What a city.
I researched Odessa a bit online. Wikipedia is great when you want quick info. The photos depicted a modern, beautiful port city with a vibrant tourism industry. They were right.
Marina and her father found me at the train station and we drove to their home in town. Her father is a very mild-mannered man. He speaks no English. Marina’s English is exceptional. The woman speaks four languages (Ukrainian, Russian, English and French) and has a degree in engineering. Communication is quite easy.
When we arrived at the house, I immediately opened my suitcase and offered up my tokens of appreciation–Italian and French cheeses, Italian espresso and Italian sausages. They showed me around the house and garden and eventually we sat down to eat what amounted to quite a feast as it was the Orthodox Easter celebration.
Marina’s mother had made pot of cabbage rolls. We dined on meat-stuffed potato dumplings, cucumbers and red peppers, potato salad, meatballs and mashed potatoes. My glass was filled with sweet grape juice, proudly made by Marina’s father. I kept going back for more.
Afterward, Marina, her mother and I went for a walk through an enormous city park nearby. Thousands of people were about, grilling shashlyk, a type of skewered meat, playing with their children or kicking the soccer ball around. We passed a beautiful, newer Orthodox church. It was seventy degrees and the sky was clear blue.
We chatted as we walked. It was fascinating listening to the opinions and observations of Marina and her mother about Ukraine, Russia, the U.S. and Europe. As I have noted for years, my America-centric view is not the ONLY view. It is ONE view and not necessarily right. I’m hearing from them about things that are happening here that the rest of the world doesn’t know. They are giving me background that the media doesn’t include. Hearing from actual, real people is eye-opening and educational.
When we returned from our walk, I lay down to take a nap. Five hours later, I woke up and Marina and I caught a cab into the downtown area. We took a leisurely walk for two hours through public squares and past monuments of Putin and Catherine the Great. It was Catherine who decreed that Odessa should be built back in the early 1800’s making it a relatively young city by European standards.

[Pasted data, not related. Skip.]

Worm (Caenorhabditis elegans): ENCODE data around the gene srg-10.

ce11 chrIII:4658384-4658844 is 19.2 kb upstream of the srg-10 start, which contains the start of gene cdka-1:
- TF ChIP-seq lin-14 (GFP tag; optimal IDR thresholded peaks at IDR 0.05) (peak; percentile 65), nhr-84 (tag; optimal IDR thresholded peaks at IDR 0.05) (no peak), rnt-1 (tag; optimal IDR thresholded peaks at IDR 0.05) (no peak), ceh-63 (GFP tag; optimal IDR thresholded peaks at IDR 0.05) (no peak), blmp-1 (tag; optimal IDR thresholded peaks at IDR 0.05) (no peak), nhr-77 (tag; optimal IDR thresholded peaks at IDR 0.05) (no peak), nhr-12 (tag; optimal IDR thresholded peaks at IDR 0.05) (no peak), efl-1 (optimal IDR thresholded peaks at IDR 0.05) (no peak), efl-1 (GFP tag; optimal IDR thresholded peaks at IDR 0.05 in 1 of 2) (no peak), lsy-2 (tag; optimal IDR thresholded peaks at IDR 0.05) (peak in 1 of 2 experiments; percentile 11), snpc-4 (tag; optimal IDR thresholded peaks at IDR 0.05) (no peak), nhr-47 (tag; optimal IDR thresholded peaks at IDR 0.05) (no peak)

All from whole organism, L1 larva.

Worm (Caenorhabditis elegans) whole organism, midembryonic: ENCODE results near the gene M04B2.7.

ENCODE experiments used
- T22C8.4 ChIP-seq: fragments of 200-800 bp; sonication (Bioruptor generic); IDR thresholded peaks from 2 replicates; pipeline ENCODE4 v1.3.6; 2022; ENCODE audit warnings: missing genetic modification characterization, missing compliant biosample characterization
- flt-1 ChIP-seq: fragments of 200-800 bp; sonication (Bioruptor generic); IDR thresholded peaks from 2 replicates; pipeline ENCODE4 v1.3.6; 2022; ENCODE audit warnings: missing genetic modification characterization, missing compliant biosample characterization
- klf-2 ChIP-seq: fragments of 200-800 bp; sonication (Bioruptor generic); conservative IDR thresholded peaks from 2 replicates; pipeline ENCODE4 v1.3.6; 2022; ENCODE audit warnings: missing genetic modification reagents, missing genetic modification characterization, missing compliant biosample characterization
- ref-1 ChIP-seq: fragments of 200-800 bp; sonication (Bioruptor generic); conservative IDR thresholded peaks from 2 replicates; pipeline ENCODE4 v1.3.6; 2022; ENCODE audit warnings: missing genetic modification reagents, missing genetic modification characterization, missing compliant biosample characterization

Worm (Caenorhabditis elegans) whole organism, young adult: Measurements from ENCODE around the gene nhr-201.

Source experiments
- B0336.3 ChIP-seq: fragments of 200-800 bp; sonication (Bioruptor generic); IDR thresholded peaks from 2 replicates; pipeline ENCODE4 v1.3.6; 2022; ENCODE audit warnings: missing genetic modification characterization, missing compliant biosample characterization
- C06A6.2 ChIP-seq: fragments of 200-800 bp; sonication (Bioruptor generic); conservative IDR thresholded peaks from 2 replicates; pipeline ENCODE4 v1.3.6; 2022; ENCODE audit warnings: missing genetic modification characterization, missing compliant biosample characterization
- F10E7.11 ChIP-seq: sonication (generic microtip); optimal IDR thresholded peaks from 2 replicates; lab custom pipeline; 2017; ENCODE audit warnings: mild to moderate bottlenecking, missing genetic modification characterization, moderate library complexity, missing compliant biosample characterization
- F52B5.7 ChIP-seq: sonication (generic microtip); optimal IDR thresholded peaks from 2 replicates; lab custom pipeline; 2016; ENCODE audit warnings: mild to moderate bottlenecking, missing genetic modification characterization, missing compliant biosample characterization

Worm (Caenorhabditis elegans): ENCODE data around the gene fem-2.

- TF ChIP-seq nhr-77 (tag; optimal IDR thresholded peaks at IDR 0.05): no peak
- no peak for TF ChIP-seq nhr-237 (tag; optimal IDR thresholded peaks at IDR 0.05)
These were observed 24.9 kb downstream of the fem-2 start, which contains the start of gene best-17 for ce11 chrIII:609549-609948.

We walked along part of the waterfront. Odessa is a port city, giving it an international flavor with many different languages represented. Turkey looms across the Black Sea. Cranes reach out over the water, waiting for arriving containerized vessels. An ultra-modern, high-rise, waterfront hotel beckons visitors.
We strolled along a promenade for hundreds of yards that was lined with oak trees festooned with colored lights, giving the area a Christmassy feel. We passed museums, restaurants and nightclubs. Couples walked hand in hand. There were palaces and everywhere I looked I marveled at the architecture.
I see magnificent architecture everywhere I go in Europe but I’ve noticed that in each city there seems to be a bit of a difference, however slight in styles. Each city, with its own unique identity and history, reflects such in its architecture, almost as if the residents want to show their commonality with architectural similarity, yet reflect their own identity through nuance.
We stopped for sandwiches and dined on what can best be described as lamb kebab/burrito. We ordered fresh-squeezed orange/grapefruit juice and mineral water. For dessert we had two mouth-orgasms respectively called a Napoleon and chocolate-currant cake. I also ordered a shot of Bailey’s.
The total? $16. I told Marina the same meal would be nearly $65-70 in Portland’s Pearl District.
Eventually, we returned home, arriving about 1:00 a.m. I had missed my Skype appointment with Barry, but he told me he would try again the next morning. We need to coordinate for his two month visit.
Tomorrow? More Odessa. Last night was the introduction.
Now it’s time to savor.